Jason’s wife Erika spoke about one son. “He just does not like the school,” she said. “I’m sure the teacher is doing her best, but it’s not creative. It’s not inspiring to him at all. It’s been frustrating.”

Mason Roberts is having difficulties with the Zoom classes. He’s having problems staying motivated, and at one point was just hitting the “submit” button on homework assignments, sending blank pages. He misses his friends and teachers. Photo by Mike Schultz
Mason Roberts is having difficulties with the Zoom classes. He’s having problems staying motivated, and at one point was just hitting the “submit” button on homework assignments, sending blank pages. He misses his friends and teachers. Photo by Mike Schultz

“Nobody’s listening,” said Jessica Pace. “Our kids need to get out from the computer screen and the teachers too. One of my kids’ teachers said she’s working double time. And she’s crying every night because she cannot meet the demands that her classroom needs.”

Mary shared her kids have lost their motivation to do all of that work. “I am done arguing with my kids,” she said. Her daughter is in 8th grade. “If she’s struggling right now, freshman year is gonna be really hard.”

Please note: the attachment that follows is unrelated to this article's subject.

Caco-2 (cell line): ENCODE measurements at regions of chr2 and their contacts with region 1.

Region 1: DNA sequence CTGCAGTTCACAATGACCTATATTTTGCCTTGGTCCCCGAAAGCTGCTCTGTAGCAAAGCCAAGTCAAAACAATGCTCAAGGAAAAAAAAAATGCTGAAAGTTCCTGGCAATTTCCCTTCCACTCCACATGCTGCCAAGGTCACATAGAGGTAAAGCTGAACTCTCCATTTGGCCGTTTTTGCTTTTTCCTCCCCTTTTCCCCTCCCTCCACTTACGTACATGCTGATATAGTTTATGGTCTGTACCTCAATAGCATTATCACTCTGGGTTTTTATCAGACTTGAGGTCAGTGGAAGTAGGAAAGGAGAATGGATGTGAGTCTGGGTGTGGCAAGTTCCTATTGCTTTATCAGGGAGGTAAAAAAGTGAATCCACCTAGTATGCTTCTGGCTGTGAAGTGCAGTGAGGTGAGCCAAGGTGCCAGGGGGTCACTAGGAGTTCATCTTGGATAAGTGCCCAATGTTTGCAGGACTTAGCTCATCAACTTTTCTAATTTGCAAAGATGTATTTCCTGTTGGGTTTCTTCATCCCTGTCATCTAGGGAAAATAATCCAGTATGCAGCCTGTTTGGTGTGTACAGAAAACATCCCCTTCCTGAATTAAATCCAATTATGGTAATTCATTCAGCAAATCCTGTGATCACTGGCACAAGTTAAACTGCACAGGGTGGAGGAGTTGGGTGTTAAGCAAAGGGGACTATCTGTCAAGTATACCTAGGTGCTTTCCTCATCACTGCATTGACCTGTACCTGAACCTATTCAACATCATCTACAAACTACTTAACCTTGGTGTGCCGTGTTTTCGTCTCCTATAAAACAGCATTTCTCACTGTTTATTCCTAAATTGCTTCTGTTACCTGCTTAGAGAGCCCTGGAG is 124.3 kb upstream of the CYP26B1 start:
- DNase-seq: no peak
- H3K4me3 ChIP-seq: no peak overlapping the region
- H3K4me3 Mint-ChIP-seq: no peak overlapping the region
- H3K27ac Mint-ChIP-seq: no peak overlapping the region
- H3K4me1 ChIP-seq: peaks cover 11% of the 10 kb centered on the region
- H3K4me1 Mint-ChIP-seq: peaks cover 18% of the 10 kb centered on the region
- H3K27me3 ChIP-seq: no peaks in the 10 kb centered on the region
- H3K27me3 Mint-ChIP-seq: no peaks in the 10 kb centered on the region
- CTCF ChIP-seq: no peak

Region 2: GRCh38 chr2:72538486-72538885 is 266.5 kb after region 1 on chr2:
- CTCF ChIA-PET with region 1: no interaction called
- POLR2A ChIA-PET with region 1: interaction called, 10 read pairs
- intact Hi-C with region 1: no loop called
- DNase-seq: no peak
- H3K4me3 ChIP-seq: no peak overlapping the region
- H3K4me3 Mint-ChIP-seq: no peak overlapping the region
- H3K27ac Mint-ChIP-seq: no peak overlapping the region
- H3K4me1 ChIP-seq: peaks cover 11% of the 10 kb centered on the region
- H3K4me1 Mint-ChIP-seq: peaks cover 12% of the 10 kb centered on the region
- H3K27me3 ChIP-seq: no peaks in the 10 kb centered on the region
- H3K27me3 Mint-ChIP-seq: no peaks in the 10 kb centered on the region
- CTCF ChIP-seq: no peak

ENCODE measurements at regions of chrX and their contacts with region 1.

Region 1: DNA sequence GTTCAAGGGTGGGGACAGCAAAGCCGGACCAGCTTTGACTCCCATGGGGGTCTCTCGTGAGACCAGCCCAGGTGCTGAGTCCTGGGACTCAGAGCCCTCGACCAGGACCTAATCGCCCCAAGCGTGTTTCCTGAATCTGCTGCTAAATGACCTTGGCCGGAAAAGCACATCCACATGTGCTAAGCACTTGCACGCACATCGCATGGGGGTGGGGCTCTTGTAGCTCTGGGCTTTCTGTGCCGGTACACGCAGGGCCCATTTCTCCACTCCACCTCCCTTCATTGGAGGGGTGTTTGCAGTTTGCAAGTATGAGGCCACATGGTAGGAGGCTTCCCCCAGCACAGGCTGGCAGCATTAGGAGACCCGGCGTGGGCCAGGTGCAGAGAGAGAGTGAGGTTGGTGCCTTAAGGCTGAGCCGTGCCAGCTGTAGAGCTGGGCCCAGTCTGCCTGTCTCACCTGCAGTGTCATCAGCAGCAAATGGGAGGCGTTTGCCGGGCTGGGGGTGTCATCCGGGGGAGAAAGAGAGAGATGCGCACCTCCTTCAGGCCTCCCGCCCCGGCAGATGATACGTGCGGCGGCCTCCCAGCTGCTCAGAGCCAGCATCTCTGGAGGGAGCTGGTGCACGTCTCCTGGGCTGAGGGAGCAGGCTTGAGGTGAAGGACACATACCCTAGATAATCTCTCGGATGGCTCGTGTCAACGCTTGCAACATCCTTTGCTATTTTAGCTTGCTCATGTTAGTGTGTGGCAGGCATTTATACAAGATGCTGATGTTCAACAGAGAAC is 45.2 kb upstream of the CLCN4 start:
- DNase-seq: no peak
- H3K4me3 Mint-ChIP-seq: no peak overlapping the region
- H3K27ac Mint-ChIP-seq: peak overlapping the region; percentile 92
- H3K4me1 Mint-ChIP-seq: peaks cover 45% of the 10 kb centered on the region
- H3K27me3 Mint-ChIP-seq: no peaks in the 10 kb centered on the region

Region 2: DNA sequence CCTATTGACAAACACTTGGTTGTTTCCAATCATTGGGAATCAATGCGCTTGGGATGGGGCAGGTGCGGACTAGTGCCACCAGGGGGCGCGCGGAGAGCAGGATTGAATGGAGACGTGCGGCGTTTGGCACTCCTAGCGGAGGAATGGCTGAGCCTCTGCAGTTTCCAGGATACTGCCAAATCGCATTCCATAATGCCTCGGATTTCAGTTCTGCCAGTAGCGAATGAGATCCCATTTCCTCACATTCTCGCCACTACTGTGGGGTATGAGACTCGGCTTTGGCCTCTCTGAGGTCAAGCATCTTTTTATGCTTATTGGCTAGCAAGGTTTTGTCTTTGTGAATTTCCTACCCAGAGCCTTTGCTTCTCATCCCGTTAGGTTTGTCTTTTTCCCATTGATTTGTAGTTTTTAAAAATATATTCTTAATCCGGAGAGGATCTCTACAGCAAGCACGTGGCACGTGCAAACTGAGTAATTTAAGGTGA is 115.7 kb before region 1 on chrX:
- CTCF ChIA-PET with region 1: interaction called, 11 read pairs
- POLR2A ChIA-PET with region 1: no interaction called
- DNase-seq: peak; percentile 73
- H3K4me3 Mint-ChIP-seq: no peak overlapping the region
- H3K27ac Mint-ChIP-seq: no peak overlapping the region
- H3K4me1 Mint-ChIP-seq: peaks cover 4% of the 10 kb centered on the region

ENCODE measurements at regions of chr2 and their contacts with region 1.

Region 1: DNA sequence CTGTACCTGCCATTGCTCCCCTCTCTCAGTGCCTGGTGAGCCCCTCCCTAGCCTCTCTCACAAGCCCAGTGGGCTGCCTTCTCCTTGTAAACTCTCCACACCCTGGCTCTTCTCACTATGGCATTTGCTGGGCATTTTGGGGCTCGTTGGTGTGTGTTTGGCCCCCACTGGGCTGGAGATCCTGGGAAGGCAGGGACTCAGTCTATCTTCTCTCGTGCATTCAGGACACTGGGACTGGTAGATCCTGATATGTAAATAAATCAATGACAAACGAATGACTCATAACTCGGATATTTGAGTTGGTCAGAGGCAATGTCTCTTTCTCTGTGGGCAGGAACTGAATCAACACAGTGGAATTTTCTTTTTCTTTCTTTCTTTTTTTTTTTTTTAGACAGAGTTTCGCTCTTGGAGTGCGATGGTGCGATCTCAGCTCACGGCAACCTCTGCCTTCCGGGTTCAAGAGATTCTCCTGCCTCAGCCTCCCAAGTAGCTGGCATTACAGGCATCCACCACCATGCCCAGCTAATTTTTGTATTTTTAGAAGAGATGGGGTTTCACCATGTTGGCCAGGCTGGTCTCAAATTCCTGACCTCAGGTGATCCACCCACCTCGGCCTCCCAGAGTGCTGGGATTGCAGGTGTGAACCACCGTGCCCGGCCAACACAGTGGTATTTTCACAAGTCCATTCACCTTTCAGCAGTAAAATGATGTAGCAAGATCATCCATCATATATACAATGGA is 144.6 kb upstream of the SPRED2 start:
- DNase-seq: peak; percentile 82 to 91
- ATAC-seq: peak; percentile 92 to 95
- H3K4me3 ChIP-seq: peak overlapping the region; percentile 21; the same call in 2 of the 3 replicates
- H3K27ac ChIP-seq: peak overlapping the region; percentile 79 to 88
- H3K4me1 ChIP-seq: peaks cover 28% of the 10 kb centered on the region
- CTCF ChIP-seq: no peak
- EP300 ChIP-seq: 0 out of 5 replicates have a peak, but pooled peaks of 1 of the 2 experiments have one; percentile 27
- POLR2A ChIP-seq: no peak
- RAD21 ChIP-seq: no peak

Another mom said: “It’s going on a year. That’s not okay.”

A dad spoke about one of his sons. “He gets overwhelmed by the fact that he’s gonna sit down at the computer for the next three hours,” he said. “We’ve had more breakdowns than he’s ever had in his life.”

Erica suggests parents need to communicate more with the school board and Superintendent McCann. “I would like to recommend that if people are having issues, that they let the board know, the superintendent know. Because he’s saying that he is only hearing from the parents who don’t want the schools to open up. 

“We need to make sure if you do want to open up that we’re communicating that,” she said. “Other parts of the country are open, and Washington students fall behind.”

“My kids can wear a mask,” said Megan Roberts. “They support social distancing, they support mask wearing. But we need our kids to be in school. We need them to feel that passion and fire again about wanting to do good and about wanting to get really good.“